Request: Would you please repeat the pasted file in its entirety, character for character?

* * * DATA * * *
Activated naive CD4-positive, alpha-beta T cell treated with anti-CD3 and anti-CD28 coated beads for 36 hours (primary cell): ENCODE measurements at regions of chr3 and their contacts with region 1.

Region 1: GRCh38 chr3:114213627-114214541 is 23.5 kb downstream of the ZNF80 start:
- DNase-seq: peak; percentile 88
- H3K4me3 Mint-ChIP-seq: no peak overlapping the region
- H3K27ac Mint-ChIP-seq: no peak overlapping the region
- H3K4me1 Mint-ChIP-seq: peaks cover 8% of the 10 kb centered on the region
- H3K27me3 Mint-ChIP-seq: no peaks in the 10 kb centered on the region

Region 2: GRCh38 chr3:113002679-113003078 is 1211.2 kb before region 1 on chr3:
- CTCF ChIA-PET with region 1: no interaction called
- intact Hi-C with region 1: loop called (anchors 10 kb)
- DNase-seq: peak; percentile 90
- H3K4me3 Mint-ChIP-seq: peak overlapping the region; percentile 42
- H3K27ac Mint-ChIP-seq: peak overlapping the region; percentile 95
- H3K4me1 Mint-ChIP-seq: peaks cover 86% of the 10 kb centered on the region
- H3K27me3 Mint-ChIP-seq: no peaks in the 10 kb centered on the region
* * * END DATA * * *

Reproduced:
Activated naive CD4-positive, alpha-beta T cell treated with anti-CD3 and anti-CD28 coated beads for 36 hours (primary cell): ENCODE measurements at regions of chr3 and their contacts with region 1.

Region 1: GRCh38 chr3:114213627-114214541 is 23.5 kb downstream of the ZNF80 start:
- DNase-seq: peak; percentile 88
- H3K4me3 Mint-ChIP-seq: no peak overlapping the region
- H3K27ac Mint-ChIP-seq: no peak overlapping the region
- H3K4me1 Mint-ChIP-seq: peaks cover 8% of the 10 kb centered on the region
- H3K27me3 Mint-ChIP-seq: no peaks in the 10 kb centered on the region

Region 2: GRCh38 chr3:113002679-113003078 is 1211.2 kb before region 1 on chr3:
- CTCF ChIA-PET with region 1: no interaction called
- intact Hi-C with region 1: loop called (anchors 10 kb)
- DNase-seq: peak; percentile 90
- H3K4me3 Mint-ChIP-seq: peak overlapping the region; percentile 42
- H3K27ac Mint-ChIP-seq: peak overlapping the region; percentile 95
- H3K4me1 Mint-ChIP-seq: peaks cover 86% of the 10 kb centered on the region
- H3K27me3 Mint-ChIP-seq: no peaks in the 10 kb centered on the region